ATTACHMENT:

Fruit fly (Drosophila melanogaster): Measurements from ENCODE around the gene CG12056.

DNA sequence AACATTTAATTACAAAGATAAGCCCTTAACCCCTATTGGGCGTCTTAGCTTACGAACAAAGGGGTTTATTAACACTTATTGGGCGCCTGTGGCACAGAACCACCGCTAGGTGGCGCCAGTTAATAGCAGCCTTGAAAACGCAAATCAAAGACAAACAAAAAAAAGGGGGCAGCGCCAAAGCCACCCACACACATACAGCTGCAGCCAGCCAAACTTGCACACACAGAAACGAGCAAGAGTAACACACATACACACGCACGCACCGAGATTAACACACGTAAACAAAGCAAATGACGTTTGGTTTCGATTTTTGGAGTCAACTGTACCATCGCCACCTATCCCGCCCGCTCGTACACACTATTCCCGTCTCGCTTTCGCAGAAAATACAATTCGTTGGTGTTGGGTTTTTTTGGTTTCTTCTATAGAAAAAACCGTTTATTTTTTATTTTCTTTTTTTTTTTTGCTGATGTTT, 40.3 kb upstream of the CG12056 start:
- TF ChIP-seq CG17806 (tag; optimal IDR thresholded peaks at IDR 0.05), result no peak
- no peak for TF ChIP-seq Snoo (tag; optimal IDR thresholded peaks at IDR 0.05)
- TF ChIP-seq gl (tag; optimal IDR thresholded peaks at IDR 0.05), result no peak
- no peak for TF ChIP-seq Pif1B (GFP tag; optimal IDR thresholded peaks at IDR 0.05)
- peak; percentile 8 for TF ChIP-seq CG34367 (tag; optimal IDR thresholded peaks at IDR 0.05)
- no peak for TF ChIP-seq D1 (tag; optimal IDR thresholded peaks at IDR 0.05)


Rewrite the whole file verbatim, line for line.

Fruit fly (Drosophila melanogaster): Measurements from ENCODE around the gene CG12056.

DNA sequence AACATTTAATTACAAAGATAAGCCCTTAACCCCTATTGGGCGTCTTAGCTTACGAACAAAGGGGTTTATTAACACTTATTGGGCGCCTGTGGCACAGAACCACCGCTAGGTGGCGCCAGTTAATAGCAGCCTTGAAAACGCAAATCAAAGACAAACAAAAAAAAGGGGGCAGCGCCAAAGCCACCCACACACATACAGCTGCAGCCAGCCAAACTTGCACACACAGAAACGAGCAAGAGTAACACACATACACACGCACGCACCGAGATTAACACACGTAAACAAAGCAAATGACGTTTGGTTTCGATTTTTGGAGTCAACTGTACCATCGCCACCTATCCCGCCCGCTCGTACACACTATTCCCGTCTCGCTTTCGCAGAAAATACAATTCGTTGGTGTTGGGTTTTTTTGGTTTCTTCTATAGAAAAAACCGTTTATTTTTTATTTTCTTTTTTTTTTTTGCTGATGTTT, 40.3 kb upstream of the CG12056 start:
- TF ChIP-seq CG17806 (tag; optimal IDR thresholded peaks at IDR 0.05), result no peak
- no peak for TF ChIP-seq Snoo (tag; optimal IDR thresholded peaks at IDR 0.05)
- TF ChIP-seq gl (tag; optimal IDR thresholded peaks at IDR 0.05), result no peak
- no peak for TF ChIP-seq Pif1B (GFP tag; optimal IDR thresholded peaks at IDR 0.05)
- peak; percentile 8 for TF ChIP-seq CG34367 (tag; optimal IDR thresholded peaks at IDR 0.05)
- no peak for TF ChIP-seq D1 (tag; optimal IDR thresholded peaks at IDR 0.05)